EIGHT THINGS TO HATE ABOUT I KNOW WHO KILLED ME:
1. The plot
Aubrey is a smart, rich kid who excels in writing and piano playing and has a set of devoted, supportive parents. Conversely, Dakota is a sleazy stripper, raised in poverty by a single, crack-addicted mom. The only thing that these two share is that they’re twins, but neither of them know it due to a clever arrangement between Aubrey’s dad and Dakota’s mom. When Aubrey is kidnapped by a serial killer stalking her town, Dakota begins exhibiting the same wounds. It’s not until she is limping along the side of the road when a car hits her, landing her in the hospital and leading the cops to mistakenly believe she’s really Aubrey. Even upon her insistence that she is not Aubrey, Dakota moves in with Aubrey’s parents and begins to try and find out how to save Aubrey.
Does that sound stupid to you? It certainly is, and I haven’t encapsulated half the stupid contained in the movie in the above paragraph. The term stigmatic twins is misused in the movie (stigmata implies the wounds of Christ, not just random wounds that you some how telepsychickinetically or…whatever…share with your unknown twin) and at face value, it’s awful. Expounded upon, it’s cringingly bad.
2. Heavy handed foreshadowing
This is one of the first things you see, before you see Lohan’s name in the credits, even. You also see this:
Aubrey and Dakota both wind up having a hand and part of a leg chopped off. Look, I think things like symbolism and foreshadowing are important in storytelling. This is just way too heavy handed for me in an irritating sort of way. Call it a pet peeve.
3. Gratuitous Stripper Lohan
I don’t mind Dakota being a stripper at all. Honestly, whatever works, man. There are two separate strip scenes, though; an introductory strip scene and a minutes long scene toward the middle of the film that only serves as fodder for the males in the audience who coughed up good money for the Lindsay Lohan Stripper Movie. For the record, I am not a professional screenwriter. My sole exposure to the wide world of being a professional screenwriter is two dusty copies of Story and The Screenwriter’s Bible that I own and Kevin’s blog. That’s it.
But I vaguely recall from Creative Writing 101 (where they do indeed teach introductory screenwriting – at least the class I took) that every scene is supposed to advance the plot. The long strip scene does nothing to advance anything whatsoever. You already know Dakota’s a stripper; you already know she’s not the classiest of dames; you already know she subjects herself to leery old men for money. It is nothing more than Lindsay Lohan no longer playing a stripper and practically being one. There is something vaguely icky about that which caused me wince.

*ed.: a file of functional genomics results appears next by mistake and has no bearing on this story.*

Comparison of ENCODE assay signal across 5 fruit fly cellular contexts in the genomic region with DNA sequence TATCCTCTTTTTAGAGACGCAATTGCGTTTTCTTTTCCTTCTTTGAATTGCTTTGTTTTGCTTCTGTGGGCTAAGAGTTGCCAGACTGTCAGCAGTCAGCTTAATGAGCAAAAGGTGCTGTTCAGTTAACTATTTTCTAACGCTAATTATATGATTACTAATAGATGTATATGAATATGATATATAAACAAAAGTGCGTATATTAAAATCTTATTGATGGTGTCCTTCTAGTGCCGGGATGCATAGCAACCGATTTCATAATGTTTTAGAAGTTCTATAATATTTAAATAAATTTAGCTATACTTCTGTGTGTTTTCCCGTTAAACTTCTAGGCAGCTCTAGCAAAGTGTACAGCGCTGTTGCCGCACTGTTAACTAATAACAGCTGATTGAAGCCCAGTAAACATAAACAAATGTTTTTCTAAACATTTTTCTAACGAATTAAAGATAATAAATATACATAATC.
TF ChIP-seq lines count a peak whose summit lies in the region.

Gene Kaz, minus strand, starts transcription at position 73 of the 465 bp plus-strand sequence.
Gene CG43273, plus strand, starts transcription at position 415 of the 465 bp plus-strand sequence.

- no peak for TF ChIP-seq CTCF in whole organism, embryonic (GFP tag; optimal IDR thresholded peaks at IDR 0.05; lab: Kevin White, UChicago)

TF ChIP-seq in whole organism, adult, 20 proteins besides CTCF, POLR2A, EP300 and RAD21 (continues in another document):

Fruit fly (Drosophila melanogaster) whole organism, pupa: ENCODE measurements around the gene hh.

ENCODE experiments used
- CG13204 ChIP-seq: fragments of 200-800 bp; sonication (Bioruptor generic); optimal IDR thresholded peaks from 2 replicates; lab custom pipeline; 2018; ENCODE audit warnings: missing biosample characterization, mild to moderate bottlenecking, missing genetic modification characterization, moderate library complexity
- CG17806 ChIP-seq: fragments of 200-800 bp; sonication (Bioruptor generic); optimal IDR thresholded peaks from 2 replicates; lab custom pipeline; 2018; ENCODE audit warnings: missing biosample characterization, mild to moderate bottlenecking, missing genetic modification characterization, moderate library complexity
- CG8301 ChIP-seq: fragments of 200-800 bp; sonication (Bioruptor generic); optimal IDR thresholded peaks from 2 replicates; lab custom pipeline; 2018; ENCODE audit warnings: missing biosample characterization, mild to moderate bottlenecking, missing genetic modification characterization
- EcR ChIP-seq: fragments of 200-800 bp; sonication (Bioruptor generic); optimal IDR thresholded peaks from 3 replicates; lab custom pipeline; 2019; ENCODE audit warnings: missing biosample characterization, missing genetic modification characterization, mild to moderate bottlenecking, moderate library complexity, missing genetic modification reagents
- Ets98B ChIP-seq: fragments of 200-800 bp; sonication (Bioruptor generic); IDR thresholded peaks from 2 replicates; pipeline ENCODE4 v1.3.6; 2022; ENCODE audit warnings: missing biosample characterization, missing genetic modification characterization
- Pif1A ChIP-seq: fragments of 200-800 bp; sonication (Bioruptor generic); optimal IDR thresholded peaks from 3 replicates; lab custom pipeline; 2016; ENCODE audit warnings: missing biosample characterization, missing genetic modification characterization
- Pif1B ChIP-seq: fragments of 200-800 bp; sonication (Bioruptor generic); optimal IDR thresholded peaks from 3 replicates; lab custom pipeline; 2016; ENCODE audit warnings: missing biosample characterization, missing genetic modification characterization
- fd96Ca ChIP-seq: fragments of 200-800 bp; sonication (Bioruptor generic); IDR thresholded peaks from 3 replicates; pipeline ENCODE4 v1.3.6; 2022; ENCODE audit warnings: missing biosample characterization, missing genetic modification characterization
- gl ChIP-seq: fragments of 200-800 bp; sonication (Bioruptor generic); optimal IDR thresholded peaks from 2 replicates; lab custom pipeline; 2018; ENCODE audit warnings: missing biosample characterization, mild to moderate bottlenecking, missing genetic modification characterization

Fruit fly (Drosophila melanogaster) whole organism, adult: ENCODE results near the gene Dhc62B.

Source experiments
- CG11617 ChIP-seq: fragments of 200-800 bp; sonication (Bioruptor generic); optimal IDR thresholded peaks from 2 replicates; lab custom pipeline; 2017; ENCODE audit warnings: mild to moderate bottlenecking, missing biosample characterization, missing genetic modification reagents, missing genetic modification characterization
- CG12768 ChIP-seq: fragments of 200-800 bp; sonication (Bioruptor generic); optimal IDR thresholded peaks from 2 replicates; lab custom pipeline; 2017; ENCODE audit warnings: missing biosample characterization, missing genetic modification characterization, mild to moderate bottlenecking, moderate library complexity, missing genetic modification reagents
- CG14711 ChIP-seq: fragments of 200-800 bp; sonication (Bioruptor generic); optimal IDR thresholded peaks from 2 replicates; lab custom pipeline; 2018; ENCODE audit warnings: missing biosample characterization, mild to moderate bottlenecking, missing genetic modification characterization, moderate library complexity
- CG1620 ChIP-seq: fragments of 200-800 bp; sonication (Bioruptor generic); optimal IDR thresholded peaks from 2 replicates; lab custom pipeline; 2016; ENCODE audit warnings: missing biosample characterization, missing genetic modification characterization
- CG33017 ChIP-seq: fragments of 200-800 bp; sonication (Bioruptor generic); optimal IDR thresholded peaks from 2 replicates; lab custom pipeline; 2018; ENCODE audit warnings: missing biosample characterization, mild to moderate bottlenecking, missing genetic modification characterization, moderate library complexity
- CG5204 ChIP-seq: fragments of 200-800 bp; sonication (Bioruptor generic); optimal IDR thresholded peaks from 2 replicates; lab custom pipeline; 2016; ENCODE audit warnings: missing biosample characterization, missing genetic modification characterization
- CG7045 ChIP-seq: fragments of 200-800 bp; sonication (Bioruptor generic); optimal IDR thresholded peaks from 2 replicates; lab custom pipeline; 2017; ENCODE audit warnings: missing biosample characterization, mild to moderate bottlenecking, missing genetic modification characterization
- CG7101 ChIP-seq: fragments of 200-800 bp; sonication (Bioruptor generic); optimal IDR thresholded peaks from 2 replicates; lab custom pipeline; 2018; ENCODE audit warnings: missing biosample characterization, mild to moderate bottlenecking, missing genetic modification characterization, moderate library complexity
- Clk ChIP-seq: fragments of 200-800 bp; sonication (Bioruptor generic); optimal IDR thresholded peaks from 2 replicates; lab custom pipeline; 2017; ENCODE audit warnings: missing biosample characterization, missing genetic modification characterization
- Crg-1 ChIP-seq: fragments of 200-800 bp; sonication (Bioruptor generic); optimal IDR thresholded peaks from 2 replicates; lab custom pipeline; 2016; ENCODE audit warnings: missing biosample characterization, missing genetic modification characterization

4. The good twin/bad twin overkill
Aubrey is the good twin! She’s practically perfect. She’s a “good” writer; she dates the quarterback of the football team. Her piano skills are so good she’s going to a competition and she lives in a swanky house in the suburbs, while her parents are the most doting, caring people ever.
On the other hand, Dakota is not putting the “fun” back in dysfunctional.
She smokes, she drinks, and she’s so bad that when Aubrey’s boyfriend comes to the house bearing flowers upon hearing the news that “Aubrey” has been found, she totally puts the moves on him and sleeps with Aubrey’s boyfriend. Dakota is a fountain of profanity and is barely scraping by in life.
What makes it obnoxious is that every cliche in the book is rolled out. The bad twin wears skanky clothes and wears dark eye makeup (ladies, put away that MAC makeup right now, thanks), the good girl stays away from the “bad” boys in favor of the squeaky-clean high school boyfriend. The pathetic sob story they give about Dakota’s mom dying is clichéd to the extreme.